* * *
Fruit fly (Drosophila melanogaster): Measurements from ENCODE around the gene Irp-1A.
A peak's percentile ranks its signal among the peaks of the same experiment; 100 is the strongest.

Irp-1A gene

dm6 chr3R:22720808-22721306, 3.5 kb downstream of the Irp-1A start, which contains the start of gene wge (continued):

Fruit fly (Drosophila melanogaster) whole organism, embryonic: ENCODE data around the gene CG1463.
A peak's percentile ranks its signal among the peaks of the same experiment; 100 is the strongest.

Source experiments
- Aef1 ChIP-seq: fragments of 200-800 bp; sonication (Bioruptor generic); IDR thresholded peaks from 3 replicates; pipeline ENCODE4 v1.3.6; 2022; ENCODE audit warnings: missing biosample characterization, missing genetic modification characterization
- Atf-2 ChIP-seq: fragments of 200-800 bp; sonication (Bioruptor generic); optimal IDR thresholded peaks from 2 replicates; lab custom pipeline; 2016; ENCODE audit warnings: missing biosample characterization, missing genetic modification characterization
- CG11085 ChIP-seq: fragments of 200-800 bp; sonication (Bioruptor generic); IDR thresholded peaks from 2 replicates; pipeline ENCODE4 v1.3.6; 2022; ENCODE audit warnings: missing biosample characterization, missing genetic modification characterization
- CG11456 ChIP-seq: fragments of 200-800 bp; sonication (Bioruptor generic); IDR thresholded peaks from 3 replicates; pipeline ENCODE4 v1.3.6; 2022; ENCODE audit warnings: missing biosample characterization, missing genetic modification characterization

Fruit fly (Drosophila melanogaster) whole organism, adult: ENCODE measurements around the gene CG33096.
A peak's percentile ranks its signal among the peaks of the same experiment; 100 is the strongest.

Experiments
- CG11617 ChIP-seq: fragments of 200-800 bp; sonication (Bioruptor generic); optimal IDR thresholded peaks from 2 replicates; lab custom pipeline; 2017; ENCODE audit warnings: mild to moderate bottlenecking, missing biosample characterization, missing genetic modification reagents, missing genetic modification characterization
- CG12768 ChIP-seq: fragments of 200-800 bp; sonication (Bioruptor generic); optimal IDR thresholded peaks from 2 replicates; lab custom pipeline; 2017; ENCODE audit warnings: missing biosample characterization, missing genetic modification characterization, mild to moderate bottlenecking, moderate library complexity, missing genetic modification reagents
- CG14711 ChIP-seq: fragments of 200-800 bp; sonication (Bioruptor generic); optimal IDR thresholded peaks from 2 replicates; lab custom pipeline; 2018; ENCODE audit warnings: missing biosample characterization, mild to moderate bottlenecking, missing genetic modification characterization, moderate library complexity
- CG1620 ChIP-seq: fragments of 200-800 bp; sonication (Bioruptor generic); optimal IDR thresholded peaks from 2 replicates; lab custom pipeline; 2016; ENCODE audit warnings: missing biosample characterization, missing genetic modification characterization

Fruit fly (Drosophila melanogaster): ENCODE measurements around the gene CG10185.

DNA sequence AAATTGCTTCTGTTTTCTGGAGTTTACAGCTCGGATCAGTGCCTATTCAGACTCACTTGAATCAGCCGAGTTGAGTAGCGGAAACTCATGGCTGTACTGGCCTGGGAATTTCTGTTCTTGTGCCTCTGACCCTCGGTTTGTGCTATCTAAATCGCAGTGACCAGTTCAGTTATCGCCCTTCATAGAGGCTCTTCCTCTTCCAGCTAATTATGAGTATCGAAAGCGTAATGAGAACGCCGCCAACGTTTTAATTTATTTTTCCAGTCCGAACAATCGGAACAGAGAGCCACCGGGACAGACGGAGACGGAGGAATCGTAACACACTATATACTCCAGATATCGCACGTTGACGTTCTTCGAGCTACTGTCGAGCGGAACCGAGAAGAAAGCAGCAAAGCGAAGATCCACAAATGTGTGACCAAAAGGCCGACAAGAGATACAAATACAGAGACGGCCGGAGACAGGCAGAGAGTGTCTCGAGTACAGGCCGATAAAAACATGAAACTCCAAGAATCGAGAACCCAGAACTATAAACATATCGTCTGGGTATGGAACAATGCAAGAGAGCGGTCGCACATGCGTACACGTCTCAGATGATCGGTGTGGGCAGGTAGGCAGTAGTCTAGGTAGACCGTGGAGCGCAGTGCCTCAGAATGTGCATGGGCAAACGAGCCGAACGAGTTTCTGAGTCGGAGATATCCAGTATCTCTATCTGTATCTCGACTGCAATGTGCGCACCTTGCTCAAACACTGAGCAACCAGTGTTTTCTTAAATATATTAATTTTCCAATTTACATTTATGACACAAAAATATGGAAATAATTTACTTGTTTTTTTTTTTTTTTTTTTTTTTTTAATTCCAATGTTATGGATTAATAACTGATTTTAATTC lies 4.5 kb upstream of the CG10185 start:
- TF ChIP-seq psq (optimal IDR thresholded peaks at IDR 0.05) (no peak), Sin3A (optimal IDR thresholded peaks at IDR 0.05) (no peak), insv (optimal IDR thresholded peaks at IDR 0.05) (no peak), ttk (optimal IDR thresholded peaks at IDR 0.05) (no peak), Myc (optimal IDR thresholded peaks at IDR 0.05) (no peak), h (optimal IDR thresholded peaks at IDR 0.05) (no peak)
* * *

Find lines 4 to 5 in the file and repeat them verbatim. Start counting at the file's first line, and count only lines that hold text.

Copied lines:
dm6 chr3R:22720808-22721306, 3.5 kb downstream of the Irp-1A start, which contains the start of gene wge (continued):

Fruit fly (Drosophila melanogaster) whole organism, embryonic: ENCODE data around the gene CG1463.